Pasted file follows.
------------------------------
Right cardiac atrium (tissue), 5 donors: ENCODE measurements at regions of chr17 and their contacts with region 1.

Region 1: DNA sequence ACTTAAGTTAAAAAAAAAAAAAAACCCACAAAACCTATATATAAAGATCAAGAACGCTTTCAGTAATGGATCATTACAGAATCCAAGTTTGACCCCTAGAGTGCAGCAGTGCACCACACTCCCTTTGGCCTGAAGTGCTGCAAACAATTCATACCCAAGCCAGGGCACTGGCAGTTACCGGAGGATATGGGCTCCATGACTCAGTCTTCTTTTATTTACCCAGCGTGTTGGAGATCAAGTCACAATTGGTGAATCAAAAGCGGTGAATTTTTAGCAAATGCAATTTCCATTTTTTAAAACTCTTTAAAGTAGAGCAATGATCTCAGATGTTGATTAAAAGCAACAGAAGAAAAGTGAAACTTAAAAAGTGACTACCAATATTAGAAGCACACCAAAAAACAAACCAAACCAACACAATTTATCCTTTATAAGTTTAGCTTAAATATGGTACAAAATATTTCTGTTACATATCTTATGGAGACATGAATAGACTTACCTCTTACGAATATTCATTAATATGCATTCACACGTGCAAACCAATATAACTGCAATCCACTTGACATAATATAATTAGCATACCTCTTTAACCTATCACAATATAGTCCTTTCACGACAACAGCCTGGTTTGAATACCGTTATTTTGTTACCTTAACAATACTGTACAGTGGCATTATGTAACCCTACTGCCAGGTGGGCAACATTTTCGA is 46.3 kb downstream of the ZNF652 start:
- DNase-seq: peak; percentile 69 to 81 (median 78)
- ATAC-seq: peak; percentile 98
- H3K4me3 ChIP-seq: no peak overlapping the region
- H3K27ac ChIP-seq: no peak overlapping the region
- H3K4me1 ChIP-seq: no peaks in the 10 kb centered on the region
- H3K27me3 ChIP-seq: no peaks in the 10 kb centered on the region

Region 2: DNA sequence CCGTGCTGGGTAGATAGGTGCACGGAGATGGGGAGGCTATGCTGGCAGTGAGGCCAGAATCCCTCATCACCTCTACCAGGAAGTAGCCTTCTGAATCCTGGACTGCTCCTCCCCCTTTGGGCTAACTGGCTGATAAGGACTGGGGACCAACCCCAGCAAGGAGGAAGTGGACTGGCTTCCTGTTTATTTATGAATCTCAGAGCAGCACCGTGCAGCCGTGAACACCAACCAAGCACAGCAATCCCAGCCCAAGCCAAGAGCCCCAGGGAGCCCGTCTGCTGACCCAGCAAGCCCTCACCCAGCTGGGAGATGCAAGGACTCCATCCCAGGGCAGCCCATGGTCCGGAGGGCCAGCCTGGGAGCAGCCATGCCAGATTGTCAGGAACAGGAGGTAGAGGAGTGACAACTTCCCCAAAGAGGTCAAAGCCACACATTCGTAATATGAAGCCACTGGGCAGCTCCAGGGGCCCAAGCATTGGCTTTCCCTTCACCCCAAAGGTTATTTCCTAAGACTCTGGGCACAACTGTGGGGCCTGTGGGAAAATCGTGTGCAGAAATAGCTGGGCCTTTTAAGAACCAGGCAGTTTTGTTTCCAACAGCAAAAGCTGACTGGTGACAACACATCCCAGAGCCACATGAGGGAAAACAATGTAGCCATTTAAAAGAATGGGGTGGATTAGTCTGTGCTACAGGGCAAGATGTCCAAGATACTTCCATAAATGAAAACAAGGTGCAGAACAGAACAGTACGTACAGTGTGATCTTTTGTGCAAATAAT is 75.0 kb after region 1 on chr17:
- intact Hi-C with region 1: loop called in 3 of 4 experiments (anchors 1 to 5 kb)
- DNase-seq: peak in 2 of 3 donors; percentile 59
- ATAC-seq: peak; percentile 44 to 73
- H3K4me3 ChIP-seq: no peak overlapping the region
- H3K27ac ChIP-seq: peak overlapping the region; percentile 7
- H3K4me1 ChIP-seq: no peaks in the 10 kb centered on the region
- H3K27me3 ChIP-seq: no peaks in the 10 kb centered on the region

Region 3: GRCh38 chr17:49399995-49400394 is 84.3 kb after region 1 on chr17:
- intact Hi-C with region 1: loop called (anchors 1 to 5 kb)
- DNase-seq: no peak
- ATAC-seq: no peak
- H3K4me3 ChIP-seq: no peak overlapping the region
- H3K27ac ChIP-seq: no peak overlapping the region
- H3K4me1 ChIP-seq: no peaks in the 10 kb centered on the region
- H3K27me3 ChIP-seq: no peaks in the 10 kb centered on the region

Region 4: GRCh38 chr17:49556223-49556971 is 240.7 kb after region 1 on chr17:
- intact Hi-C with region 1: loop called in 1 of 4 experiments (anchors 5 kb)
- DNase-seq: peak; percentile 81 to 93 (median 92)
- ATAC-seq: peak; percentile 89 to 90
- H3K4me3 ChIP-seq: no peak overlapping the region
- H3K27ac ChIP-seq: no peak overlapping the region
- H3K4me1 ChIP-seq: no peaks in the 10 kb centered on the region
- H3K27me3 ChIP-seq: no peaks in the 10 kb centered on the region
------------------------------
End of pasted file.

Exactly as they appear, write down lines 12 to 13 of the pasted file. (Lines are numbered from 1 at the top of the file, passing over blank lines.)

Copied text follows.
- ATAC-seq: peak; percentile 44 to 73
- H3K4me3 ChIP-seq: no peak overlapping the region